If we’re home I tend to do a little baking (bread or a slice for snacks), but the bulk of our cooking gets done as needed throughout the week to avoid waste.

The Ritual Checking of the Bills & Notes

This one should probably go at the top of the list. Sometimes it takes several requests before school notes are produced or Mr Scraps remembers that the car is booked in for servicing on Thursday (this for us is also an important Ritual as we have only one car and live in the country so it needs to be kept in good condition). There’s nothing worse than a last second scrounge for a few dollars change for a note produced the morning of the school excursion or worse a phone call from the school to say your child is being left behind at school unsupervised while everyone else goes to the museum so either come pay for them or pick them up. This Ritual ensures that a) I have a chance to set aside the correct monies for any upcoming trips/bills and b) that if one of the Teens misses out on a school activity it’s because they didn’t hand over the appropriate papers when asked ( and I don’t have to rush around after them or feel guilty when I say, sorry but you’re going to have to miss out this time).
We have lots of other little things we do as well, like making sure the kitchen is clean before we go to bed Sunday night and the Threenager and I both wash our hair, but the ones above are the ones that really do make the week run smoothly.  None of these take too long. Most weekends it’s under an hour and can be done between other activities. If you have any rituals you perform over the weekend to make your week run smoothly I’d love to hear them.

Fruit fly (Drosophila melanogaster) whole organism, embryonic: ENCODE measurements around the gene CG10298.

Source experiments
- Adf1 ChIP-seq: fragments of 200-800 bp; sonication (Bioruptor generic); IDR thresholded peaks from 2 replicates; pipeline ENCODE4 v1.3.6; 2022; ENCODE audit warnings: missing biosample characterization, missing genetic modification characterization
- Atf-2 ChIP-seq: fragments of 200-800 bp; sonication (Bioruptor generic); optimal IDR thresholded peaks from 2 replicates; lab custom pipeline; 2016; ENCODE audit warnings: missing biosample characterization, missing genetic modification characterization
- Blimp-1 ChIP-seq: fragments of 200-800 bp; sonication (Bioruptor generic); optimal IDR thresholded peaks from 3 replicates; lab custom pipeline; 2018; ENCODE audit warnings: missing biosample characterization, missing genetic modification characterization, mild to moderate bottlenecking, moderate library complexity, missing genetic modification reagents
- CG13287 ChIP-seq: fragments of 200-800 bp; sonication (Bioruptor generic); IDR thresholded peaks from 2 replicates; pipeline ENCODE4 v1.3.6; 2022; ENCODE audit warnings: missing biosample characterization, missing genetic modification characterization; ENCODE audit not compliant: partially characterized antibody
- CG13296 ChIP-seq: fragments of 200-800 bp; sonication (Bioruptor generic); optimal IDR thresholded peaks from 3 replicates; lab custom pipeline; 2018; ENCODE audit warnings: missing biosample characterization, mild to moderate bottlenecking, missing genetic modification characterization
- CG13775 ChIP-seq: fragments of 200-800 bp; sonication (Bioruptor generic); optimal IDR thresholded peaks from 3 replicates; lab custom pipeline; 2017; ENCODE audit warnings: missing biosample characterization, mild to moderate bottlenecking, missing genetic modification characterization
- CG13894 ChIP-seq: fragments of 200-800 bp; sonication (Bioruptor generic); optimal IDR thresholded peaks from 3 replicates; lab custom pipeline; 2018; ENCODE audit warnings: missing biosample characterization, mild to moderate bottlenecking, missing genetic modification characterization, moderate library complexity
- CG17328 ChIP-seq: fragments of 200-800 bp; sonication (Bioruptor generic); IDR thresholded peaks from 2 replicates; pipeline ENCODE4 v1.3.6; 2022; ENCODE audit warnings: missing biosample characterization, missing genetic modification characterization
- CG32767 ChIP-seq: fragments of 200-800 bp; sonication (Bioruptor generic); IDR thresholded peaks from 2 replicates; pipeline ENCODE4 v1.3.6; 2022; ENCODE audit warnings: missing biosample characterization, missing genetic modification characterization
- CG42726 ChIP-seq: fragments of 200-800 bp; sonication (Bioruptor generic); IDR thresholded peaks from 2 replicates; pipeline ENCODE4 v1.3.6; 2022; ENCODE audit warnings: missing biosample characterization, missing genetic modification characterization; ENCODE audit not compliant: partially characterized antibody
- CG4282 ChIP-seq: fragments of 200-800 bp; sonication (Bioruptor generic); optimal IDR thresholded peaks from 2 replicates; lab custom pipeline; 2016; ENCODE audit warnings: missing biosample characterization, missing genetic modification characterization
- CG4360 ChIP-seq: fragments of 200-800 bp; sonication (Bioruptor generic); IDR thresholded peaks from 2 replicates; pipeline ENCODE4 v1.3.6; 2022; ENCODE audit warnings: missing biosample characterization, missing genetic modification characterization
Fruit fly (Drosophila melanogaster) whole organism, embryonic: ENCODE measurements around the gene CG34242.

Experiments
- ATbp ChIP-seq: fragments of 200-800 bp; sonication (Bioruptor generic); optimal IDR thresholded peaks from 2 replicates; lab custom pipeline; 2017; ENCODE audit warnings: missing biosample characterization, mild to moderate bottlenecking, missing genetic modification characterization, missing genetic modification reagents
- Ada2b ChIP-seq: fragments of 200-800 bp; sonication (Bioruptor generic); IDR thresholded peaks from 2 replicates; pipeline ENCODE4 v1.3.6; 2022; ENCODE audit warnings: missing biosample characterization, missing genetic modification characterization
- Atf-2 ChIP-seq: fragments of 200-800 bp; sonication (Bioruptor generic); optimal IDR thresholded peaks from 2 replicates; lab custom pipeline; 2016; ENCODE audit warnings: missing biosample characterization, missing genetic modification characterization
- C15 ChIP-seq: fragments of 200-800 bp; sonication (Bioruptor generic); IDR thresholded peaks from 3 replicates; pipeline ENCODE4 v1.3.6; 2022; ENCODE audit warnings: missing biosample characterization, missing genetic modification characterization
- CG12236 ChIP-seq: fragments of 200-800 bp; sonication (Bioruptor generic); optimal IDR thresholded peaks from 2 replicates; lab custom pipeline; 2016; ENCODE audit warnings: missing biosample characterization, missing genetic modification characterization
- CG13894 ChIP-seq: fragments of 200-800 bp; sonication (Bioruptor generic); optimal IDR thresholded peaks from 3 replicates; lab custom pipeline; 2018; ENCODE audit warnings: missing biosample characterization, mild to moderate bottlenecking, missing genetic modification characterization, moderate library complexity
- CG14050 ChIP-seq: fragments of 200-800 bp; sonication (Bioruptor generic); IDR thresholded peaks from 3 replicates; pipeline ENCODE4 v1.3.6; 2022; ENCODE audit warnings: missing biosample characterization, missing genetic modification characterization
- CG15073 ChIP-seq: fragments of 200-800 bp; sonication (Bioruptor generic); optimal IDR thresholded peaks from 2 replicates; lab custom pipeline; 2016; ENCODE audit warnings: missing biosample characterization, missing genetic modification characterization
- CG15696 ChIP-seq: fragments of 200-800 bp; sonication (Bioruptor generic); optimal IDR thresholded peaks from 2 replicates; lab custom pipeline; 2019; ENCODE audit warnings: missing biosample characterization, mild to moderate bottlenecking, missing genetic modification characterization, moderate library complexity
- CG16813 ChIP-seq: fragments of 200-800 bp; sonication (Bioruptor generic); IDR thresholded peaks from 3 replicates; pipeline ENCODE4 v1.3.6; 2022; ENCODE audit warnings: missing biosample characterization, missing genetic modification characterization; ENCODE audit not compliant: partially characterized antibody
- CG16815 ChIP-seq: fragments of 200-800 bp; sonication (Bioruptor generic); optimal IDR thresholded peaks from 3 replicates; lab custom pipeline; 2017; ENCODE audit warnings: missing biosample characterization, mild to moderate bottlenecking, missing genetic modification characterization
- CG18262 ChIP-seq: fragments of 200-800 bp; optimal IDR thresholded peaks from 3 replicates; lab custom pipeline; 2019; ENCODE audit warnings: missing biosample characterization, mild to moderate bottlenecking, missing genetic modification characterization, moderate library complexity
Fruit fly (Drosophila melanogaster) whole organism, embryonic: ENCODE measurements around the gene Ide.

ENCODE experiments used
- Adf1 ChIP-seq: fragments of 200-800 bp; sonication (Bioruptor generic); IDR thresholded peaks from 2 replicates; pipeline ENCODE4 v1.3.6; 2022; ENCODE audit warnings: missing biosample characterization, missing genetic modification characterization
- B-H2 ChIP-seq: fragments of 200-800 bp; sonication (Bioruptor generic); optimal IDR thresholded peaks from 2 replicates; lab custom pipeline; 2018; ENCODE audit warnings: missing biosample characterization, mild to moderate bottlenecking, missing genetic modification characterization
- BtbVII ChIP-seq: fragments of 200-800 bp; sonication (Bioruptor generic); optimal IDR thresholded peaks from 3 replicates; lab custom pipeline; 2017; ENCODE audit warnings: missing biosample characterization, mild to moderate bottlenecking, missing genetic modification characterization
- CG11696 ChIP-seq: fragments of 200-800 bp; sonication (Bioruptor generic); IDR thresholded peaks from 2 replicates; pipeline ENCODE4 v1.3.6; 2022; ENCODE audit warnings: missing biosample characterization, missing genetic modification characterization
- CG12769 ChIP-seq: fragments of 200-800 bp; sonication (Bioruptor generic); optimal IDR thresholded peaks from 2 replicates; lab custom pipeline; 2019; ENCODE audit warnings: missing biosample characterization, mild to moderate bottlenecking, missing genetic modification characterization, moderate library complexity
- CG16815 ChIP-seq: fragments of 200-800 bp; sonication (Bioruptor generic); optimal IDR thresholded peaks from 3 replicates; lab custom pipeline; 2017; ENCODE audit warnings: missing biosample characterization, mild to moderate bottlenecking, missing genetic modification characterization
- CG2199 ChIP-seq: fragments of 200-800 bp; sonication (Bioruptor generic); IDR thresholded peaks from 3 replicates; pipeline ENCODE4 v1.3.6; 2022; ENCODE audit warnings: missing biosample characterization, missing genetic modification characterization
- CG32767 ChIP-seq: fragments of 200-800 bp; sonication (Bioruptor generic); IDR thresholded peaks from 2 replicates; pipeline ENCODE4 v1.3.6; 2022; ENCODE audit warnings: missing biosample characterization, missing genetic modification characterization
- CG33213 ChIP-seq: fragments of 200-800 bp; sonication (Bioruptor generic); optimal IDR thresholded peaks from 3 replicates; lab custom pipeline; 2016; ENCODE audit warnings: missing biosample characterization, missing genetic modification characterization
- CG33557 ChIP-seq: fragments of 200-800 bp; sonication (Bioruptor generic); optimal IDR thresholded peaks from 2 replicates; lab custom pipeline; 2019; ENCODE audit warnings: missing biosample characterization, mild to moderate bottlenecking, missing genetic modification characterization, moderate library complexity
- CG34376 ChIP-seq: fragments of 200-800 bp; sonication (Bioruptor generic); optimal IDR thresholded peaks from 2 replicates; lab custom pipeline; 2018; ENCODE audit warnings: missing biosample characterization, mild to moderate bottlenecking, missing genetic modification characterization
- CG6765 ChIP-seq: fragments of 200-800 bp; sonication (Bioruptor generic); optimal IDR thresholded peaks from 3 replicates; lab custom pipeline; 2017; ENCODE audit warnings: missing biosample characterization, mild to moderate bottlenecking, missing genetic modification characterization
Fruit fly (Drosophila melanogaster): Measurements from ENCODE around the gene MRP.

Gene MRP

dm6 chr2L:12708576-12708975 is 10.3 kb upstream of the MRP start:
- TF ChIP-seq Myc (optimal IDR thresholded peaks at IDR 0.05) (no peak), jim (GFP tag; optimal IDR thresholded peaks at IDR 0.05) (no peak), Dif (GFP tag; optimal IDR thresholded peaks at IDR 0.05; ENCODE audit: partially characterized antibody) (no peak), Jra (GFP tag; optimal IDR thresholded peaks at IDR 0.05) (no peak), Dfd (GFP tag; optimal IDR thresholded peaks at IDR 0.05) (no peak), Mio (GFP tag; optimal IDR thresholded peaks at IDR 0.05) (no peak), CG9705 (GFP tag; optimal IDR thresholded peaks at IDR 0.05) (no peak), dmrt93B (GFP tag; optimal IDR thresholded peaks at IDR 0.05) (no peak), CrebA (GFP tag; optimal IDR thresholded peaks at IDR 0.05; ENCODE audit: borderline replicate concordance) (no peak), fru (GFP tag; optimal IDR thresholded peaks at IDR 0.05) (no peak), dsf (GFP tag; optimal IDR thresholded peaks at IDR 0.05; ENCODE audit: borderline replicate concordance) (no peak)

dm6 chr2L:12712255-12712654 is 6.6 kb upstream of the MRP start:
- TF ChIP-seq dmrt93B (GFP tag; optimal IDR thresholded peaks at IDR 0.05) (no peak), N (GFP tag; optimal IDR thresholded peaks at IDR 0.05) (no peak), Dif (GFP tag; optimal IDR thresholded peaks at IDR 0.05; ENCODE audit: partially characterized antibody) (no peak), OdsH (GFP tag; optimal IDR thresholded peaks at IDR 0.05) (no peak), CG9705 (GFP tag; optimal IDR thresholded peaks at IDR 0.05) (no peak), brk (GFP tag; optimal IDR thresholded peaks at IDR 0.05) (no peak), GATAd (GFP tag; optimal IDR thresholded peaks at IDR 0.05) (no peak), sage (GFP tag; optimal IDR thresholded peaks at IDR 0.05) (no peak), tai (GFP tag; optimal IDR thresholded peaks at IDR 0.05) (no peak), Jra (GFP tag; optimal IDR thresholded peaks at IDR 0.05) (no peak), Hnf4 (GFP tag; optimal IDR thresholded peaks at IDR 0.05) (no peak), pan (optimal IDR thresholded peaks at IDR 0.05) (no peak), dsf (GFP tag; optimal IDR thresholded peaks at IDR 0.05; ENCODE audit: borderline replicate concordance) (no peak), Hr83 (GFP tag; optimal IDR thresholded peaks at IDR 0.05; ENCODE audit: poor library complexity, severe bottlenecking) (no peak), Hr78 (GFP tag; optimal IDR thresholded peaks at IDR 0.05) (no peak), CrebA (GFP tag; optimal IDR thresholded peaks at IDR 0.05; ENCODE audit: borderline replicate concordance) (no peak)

What We Ate This Week

(the makings for Friday night’s Fridge Bottom Burgers) 

We were away last weekend and got home Monday night  and I had work Tuesday and Thursday plus a tonne of university work to do so we’ve had a couple of Fake-Away meals this week.

Monday: on the road home from Lakes Entrance we had toasted Ham and Cheese rolls for breakfast, stopped at a bakery (most bakeries are awesome if you are trying to avoid plastics or go zero, they use tongs to pick up pies and pop them on a real plate, into paper bag or your own containers) for beef and mushroom pies at lunch, then stooped at Rosedale for what turned out to be an undrinkable coffee (I drink my coffee black and sugarfree so might be a little more picky than the average latte drinker but this coffee was bitter and burned).Dinner was ham and tomato rolls I made before we left the cabin. Snacks were veggie sticks apples and bananas as well as some lemon slice.

Tuesday: I had toast for breakfast and packed myself a sandwich for my work lunch as well as some fruit and yoghurt. The Threenager and Teens ate Weetbix for breakfast. Mr Scraps and the mob at home ate pumpkin soup from the freezer as well as fruit and yoghurt. Dinner was Chorizo & Tomato Pasta Fake-Away.